If you follow investment and financial news, you are no doubt aware of the bankruptcy of MF Global, a powerful futures brokerage. Before its bankruptcy, MF Global was helmed by former Senator and New Jersey governor Jon Corzine, a very wealthy and influential Democrat power player. Before he ran for the Senate in 2000, Corzine was the chief executive of Goldman Sachs; Corzine helped take the company public during the 1990’s and was rewarded with nearly $400 million in Goldman Sachs stock for his efforts.
According to insiders, in the months preceding its collapse, MF global loaded its asset portfolios with high risk European bonds. In a panic to stay cash solvent, MF Global managers apparently raided the cash accounts of investors (which were touted as “safe” by the firm) to the tune of somewhere between $600 million and $1 billion. Investigators are still poring over MF Global’s books, but at this point it looks as though at least some of that money could have been used to cover trading losses, which would mean that the funds are gone for good. Although Corzine has denied any wrongdoing and reportedly refused a $12.1 million severance package, he has retained the services of noted criminal defense attorney Andrew Levander. There are also lingering questions about the role that Goldman Sachs will play in the liquidation of MF Global’s remaining assets.
Unsurprisingly, this is not the first time Corzine has been involved in a trading scandal.
During the 1990’s several unscrupulous brokerage houses (some with ties to organized crime) made a great deal of money by a method known as “chopping.” “Chop” is a slang term for the price spread between what a brokerage pays for a stock, and what an investor pays the firm for the stock. “Chop house” brokerages bought large numbers of penny stocks (either from foreign companies, or in the form of warrants for domestic stocks that could not be legally sold for two years) and then sold them to unsuspecting buyers, usually via high-pressure telephone cold calling, at markups of 200% – 300% or more. Shady disclosure and accounting practices kept buyers from discovering the details of their investments, and kept details of the sales hidden from regulators.
According to Wall Street insiders, big brokerage houses, including Goldman Sachs, engaged in similar practices during the heyday of the Dot Com stock market bubble:
Nicholas Maier, who was syndicate manager of the Wall Street firm Cramer & Co. from 1996 to 1998, told SEC investigators in the spring that Goldman Sachs routinely forced him to buy stocks at inflated prices if he wanted to purchase shares of an initial public offering (IPO).
“Goldman, from what I witnessed, they were the worst perpetrator,” Mr. Maier said. “They totally fueled the [market] bubble. And it’s specifically that kind of behavior that has caused the market crash. They built these stocks upon an illegal foundation manipulated up, and ultimately, it really was the small person who ended up buying in.”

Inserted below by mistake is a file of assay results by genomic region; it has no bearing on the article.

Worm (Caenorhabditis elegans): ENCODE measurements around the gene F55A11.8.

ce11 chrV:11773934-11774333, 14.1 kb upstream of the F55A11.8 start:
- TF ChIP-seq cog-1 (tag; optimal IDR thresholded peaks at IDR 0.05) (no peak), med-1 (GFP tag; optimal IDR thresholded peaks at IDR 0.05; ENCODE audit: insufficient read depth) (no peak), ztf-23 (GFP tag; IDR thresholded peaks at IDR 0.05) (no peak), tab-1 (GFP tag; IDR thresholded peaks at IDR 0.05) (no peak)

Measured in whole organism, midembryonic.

For example, Mr. Maier told the SEC that Goldman Sachs would offer him shares of a new company’s IPO at the initial, low price of $20 per share only if he agreed to purchase “aftermarket” shares of the same company at $100 each. In turn, he would sell the shares of the higher-priced stock to small investors.
“None of these aftermarket orders had anything to do with what I honestly valued a company to be worth,” Mr. Maier said.
… A class-action lawsuit filed in April 2001 accused Goldman Sachs and others of engaging in “laddering” on the initial sale of stock of NetZero, driving up the company’s share price to artificially high levels.
In another class-action suit, shareholders of Buy.com have accused the firm and its underwriters, including Goldman Sachs, of engaging in a laddering scheme in its IPO in February 2000, after Mr. Corzine left Goldman. And investors of defunct online grocer Webvan.com have filed a similar suit in federal court concerning that firm’s initial public offering in November 1999.
Another class-action suit filed last year (2001) says that underwriters, including Goldman Sachs, manipulated several IPOs since 1997, including at least six when Mr. Corzine was still at the helm of Goldman.
Naturally, Corzine denied any knowledge of “laddering” IPO share prices during his tenure at Goldman Sachs. But the stench of corruption and dirty money keeps following him around.
And it smells an awful lot like “Goldman Sachs.”
ADDED: The Washington Examiner’s David Freddoso reminds us that The Nation endorsed Jon Corzine for Secretary of the Treasury in 2008. And The Nation fancies itself an intellectual’s magazine. Heh.